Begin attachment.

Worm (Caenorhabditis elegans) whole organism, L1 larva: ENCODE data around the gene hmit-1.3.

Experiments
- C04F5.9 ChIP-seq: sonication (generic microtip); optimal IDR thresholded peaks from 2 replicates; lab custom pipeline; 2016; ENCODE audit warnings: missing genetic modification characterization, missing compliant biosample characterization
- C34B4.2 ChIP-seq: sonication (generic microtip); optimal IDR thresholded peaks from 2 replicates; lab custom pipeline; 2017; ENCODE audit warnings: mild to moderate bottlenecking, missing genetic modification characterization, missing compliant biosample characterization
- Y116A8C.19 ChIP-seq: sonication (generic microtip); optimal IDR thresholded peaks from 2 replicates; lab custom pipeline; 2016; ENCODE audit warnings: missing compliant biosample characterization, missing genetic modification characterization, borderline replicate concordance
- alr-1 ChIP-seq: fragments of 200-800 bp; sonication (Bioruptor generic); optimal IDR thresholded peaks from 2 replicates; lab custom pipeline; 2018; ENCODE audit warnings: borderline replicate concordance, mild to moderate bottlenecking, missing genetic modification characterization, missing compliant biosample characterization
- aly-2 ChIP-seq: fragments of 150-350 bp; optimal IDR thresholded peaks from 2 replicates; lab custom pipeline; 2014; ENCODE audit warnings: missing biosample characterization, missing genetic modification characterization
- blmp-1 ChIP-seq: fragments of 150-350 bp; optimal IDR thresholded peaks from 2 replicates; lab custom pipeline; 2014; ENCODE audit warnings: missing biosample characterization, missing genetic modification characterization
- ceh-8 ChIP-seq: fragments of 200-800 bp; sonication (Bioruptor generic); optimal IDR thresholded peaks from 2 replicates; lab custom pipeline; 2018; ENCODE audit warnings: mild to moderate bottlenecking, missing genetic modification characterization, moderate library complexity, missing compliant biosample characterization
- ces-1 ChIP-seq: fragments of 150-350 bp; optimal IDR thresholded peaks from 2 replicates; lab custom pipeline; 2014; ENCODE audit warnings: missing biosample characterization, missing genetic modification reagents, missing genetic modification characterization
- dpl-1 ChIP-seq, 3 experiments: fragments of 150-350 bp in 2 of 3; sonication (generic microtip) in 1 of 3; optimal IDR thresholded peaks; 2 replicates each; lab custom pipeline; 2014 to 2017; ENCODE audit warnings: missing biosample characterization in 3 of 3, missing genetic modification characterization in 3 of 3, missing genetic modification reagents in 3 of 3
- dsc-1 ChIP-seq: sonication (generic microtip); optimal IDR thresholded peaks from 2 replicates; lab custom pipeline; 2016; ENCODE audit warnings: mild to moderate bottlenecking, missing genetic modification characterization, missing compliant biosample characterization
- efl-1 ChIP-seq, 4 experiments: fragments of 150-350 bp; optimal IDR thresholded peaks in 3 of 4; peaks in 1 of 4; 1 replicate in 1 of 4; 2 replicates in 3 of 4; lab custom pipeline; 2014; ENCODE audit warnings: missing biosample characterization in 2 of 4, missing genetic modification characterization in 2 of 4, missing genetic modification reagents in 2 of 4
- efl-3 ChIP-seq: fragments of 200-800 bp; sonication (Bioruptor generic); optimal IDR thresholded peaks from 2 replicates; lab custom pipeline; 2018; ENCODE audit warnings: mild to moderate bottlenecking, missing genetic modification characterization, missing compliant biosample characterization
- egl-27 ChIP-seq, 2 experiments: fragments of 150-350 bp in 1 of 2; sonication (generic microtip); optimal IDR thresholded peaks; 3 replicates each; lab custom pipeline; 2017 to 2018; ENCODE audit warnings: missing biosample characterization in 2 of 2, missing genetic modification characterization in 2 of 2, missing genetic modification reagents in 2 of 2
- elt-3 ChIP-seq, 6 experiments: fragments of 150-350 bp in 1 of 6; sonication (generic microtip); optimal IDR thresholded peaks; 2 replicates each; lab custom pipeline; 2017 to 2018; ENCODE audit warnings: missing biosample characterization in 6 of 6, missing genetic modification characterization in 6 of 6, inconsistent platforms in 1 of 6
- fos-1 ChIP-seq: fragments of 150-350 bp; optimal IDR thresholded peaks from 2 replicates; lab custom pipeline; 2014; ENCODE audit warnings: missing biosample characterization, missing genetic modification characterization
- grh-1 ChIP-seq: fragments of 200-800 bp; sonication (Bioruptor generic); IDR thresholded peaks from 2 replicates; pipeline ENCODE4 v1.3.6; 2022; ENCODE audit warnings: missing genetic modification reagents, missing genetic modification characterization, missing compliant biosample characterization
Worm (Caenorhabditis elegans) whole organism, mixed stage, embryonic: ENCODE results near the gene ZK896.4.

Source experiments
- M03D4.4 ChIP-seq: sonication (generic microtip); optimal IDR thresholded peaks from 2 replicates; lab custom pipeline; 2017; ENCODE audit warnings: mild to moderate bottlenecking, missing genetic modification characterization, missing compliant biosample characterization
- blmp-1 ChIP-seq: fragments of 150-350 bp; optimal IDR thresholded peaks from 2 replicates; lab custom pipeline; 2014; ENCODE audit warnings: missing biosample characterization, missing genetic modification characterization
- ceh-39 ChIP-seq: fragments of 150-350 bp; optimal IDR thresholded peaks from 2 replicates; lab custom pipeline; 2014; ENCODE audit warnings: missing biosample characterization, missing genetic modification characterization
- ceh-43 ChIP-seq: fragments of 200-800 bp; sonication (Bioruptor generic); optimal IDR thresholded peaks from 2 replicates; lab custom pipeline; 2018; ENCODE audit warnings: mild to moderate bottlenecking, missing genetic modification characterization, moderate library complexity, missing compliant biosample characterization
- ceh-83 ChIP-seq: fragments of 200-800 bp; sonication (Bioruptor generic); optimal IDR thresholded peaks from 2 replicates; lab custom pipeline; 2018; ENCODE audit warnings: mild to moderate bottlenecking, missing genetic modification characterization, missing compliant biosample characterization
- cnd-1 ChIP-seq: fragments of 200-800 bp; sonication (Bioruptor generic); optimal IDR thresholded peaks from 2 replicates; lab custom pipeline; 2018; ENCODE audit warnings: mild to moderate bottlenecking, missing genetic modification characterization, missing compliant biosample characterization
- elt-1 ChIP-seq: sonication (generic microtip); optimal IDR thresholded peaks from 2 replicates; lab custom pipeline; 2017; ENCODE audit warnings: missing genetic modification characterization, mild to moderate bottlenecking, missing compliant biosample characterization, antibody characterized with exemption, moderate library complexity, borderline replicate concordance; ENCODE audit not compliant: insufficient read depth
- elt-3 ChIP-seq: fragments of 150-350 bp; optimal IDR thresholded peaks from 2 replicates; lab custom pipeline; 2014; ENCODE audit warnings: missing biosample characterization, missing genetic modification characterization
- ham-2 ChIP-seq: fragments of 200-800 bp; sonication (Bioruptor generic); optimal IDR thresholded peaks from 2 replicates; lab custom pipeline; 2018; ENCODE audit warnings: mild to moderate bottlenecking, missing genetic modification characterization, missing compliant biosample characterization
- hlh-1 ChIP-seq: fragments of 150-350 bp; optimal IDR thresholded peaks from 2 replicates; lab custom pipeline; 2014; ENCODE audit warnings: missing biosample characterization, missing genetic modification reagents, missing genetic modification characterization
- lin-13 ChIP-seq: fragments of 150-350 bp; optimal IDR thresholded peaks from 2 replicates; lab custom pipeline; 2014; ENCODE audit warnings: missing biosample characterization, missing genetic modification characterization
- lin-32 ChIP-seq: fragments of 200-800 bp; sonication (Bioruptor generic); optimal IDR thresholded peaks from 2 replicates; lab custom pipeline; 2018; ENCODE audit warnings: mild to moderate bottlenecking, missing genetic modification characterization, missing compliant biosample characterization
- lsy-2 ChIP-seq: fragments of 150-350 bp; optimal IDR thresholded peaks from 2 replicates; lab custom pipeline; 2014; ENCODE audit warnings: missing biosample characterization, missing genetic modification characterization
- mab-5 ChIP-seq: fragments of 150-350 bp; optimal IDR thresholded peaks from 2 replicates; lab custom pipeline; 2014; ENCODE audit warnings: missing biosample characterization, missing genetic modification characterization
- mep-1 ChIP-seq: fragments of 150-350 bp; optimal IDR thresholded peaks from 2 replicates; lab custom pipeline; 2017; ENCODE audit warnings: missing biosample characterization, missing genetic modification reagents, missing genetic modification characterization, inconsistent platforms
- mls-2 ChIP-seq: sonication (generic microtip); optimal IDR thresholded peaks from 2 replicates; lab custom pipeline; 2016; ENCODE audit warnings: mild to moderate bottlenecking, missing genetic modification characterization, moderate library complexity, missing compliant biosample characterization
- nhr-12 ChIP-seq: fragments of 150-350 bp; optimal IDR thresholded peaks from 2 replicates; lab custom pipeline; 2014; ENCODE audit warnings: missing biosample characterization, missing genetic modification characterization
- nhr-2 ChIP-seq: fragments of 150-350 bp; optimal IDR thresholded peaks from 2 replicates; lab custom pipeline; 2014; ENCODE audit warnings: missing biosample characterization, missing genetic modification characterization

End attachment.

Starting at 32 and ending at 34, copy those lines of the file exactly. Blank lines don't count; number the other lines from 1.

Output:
- lin-32 ChIP-seq: fragments of 200-800 bp; sonication (Bioruptor generic); optimal IDR thresholded peaks from 2 replicates; lab custom pipeline; 2018; ENCODE audit warnings: mild to moderate bottlenecking, missing genetic modification characterization, missing compliant biosample characterization
- lsy-2 ChIP-seq: fragments of 150-350 bp; optimal IDR thresholded peaks from 2 replicates; lab custom pipeline; 2014; ENCODE audit warnings: missing biosample characterization, missing genetic modification characterization
- mab-5 ChIP-seq: fragments of 150-350 bp; optimal IDR thresholded peaks from 2 replicates; lab custom pipeline; 2014; ENCODE audit warnings: missing biosample characterization, missing genetic modification characterization